Up-to-date news and insights from our company

May 17, 2019

Meet Jake King

As a Multimedia Producer for ALL ARTS, Jake King helps produce, shoot, and edit arts-focused programming for broadcast, digital, and the top-notch ALL ARTS social media accounts. “There’s always something going on in the world of ALL ARTS and it’s great to be involved in so many projects across varying artistic disciplines, and to be able to work alongside such a knowledgeable and collaborative team,” Jake says. Read on to learn about the path that led Jake to ALL ARTS, his favorite places in Windsor Terrace, and more.

What is your background, and how did you land at ALL ARTS?

I attended NYU Tisch, where I studied Film and TV production. I didn’t necessarily see myself working in television until I had an opportunity to spend a semester abroad in London working at the BBC, which ended up sparking a love for public television, programming with purpose, and the BBC cafeteria’s fish and chips Friday. After graduating, I spent a few years as a video editor and producer for the publisher Simon & Schuster, and then went over to the New York Philharmonic, where I was their in-house Video Producer for four-and-a-half years. When the opportunity to work at ALL ARTS came up, I totally jumped at it, and couldn’t be happier now that I’m here!

Is there an ALL ARTS program you’re particularly excited about?

Besides all of it? We just captured a whole weekend of performances and interviews at Jazz at Lincoln Center’s Essentially Ellington competition, which I’m really excited about. It features some of the best high school jazz bands in the country, and it was inspiring to see these kids celebrating the incredible music of Duke Ellington and putting their heart and soul into their performances of classic Ellington tunes.

For our Media with Impact campaign, we’ve been asking viewers to share stories describing how THIRTEEN has influenced their life. How has THIRTEEN (or the PBS station of your childhood) inspired you?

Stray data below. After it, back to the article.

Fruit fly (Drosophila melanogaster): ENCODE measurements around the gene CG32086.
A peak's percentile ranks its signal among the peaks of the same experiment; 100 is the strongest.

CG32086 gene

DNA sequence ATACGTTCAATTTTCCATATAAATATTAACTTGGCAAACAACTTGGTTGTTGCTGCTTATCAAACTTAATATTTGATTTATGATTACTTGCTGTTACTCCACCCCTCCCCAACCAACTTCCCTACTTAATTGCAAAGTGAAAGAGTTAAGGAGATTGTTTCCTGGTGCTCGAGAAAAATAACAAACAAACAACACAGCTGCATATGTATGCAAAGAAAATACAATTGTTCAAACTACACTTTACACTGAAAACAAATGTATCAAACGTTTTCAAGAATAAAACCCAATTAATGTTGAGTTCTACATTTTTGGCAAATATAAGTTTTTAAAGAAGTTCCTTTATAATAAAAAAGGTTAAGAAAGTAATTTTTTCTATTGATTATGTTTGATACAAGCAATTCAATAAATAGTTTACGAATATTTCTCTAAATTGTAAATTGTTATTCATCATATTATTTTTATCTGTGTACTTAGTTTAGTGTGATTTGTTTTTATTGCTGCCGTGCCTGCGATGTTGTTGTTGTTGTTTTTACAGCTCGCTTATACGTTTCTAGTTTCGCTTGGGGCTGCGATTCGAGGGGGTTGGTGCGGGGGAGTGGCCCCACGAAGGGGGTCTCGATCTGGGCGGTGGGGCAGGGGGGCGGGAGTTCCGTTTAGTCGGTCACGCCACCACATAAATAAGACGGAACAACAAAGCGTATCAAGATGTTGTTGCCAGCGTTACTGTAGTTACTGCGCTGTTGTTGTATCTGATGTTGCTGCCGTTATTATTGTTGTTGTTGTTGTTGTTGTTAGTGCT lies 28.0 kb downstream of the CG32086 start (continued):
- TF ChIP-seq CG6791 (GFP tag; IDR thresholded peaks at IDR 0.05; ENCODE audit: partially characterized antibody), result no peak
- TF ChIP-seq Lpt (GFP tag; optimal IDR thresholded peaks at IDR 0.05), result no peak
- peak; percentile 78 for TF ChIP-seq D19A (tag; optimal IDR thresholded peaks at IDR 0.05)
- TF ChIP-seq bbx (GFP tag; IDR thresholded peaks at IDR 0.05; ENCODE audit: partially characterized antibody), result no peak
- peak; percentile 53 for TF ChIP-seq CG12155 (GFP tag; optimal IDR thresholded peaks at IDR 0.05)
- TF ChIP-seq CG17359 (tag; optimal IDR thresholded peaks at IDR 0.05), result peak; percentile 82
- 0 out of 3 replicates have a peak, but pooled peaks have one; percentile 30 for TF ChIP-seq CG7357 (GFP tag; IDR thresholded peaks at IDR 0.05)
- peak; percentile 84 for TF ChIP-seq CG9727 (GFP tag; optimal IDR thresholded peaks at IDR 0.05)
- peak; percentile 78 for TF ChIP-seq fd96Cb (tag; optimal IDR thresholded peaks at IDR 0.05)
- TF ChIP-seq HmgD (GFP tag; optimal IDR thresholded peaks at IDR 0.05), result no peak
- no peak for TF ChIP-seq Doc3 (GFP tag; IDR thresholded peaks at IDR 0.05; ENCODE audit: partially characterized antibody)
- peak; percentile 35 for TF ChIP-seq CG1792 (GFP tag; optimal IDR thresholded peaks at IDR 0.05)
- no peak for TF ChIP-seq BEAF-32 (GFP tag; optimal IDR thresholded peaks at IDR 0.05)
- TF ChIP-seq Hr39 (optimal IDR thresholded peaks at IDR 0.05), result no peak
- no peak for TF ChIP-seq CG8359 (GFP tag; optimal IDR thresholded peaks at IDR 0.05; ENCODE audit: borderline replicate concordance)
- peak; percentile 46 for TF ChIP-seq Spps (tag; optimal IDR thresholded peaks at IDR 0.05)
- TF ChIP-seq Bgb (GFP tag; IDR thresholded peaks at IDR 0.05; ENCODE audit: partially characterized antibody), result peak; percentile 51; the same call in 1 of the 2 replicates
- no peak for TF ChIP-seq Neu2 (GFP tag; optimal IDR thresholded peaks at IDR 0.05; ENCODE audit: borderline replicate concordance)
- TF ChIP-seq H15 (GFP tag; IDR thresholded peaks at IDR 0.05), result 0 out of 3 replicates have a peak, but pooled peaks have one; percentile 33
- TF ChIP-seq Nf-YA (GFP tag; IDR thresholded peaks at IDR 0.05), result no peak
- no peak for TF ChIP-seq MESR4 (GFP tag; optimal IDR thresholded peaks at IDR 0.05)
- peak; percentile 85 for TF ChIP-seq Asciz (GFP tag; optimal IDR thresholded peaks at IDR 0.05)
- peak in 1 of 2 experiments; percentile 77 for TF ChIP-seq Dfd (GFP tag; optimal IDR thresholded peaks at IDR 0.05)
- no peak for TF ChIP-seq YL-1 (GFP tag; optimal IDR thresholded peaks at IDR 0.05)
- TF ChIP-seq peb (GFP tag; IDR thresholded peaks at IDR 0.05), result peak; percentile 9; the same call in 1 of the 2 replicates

I grew up watching Sesame Street and Mister Rogers’ Neighborhood, and those programs certainly helped shape me into the person I am today. More recently, Art: 21 was a formative and eye-opening program for me in college when I was trying to figure out what sort of stories I wanted to tell, and how to tell them. I’ve always been interested in the artistic process, and that program does such a great job of documenting that process and telling an artist’s story in an engaging and informative way.

Which three shows airing on our stations this month are you most likely to watch, stream, or record?

I have to rep ALL ARTS here. I’m really excited about our Set List episodes featuring Mwenso & the Shakes and Jazze Belle that were filmed at Celebrate Brooklyn! last summer, as well as catching up with Borgen.

Where do you live, and what are some of your favorite places in your neighborhood?

I live in Windsor Terrace with my wife and our rascal of a cat, Jasper. One of our favorite spots is The Double Windsor, which is a great pub with a consistently fantastic beer list. Another go-to is East Wind Snack Shop, which serves some of the best dumplings in New York and has a particularly fun take on har gow. As an upstate New York native, I’ll also give a special shout-out to The Adirondack, a bar around the corner from our place which only serves New York State beer and cider and is a nice spot to grab a quiet drink or two.

What book are you currently reading?

I’m currently reading a collection of short stories by Gerald Murnane titled Stream System. I only read one or two stories a week because 1) the writing is extraordinary and I want to savor it as much as possible, and 2) the stories themselves tend to be brutally bleak explorations of memory and the act of writing. Highly recommend!

Do you have a special interest or hobby outside of work? If so, tell us about it!

I’m a huge movie fan, so a lot of my free time is spent at one of the many great rep cinema houses in this fine city — Metrograph, BAM, Film at Lincoln Center. There’s just no shortage of great films playing here on any given day. If I’m not at a movie, then I’m likely at a record store or at home listening to records. I have over 1700 records in our apartment, which maybe crosses the threshold from “hobby” territory into “problem” territory. If you ever wanted to know why one needs (operative word) to own three different pressings of Bob Dylan’s Blood on the Tracks, any of the bootlegs on The Amazing Kornyfone Record Label, or all of the releases from The Youngbloods’ short-lived Warner Brothers imprint label Raccoon Records, I’m your dude!

©2020 WNET    825 Eighth Avenue    New York, NY 10019